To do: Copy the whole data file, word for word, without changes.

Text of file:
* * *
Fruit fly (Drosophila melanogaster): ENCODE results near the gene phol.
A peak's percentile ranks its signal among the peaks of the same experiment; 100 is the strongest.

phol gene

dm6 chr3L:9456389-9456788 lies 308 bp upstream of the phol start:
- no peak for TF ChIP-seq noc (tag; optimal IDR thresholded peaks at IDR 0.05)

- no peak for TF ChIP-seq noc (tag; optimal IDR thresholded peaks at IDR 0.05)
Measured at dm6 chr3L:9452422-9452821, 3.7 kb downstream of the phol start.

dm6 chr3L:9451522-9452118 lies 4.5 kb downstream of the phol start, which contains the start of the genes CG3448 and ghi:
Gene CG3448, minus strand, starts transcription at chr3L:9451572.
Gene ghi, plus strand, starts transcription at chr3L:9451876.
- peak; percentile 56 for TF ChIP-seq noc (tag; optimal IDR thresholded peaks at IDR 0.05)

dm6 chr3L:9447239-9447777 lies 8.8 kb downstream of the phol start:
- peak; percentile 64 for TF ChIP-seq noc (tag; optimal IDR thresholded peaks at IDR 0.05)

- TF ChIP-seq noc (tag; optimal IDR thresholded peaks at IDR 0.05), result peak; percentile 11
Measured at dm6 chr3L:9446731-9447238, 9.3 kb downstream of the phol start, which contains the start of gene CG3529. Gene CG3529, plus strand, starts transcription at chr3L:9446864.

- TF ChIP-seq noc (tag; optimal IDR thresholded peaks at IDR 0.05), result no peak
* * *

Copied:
Fruit fly (Drosophila melanogaster): ENCODE results near the gene phol.
A peak's percentile ranks its signal among the peaks of the same experiment; 100 is the strongest.

phol gene

dm6 chr3L:9456389-9456788 lies 308 bp upstream of the phol start:
- no peak for TF ChIP-seq noc (tag; optimal IDR thresholded peaks at IDR 0.05)

- no peak for TF ChIP-seq noc (tag; optimal IDR thresholded peaks at IDR 0.05)
Measured at dm6 chr3L:9452422-9452821, 3.7 kb downstream of the phol start.

dm6 chr3L:9451522-9452118 lies 4.5 kb downstream of the phol start, which contains the start of the genes CG3448 and ghi:
Gene CG3448, minus strand, starts transcription at chr3L:9451572.
Gene ghi, plus strand, starts transcription at chr3L:9451876.
- peak; percentile 56 for TF ChIP-seq noc (tag; optimal IDR thresholded peaks at IDR 0.05)

dm6 chr3L:9447239-9447777 lies 8.8 kb downstream of the phol start:
- peak; percentile 64 for TF ChIP-seq noc (tag; optimal IDR thresholded peaks at IDR 0.05)

- TF ChIP-seq noc (tag; optimal IDR thresholded peaks at IDR 0.05), result peak; percentile 11
Measured at dm6 chr3L:9446731-9447238, 9.3 kb downstream of the phol start, which contains the start of gene CG3529. Gene CG3529, plus strand, starts transcription at chr3L:9446864.

- TF ChIP-seq noc (tag; optimal IDR thresholded peaks at IDR 0.05), result no peak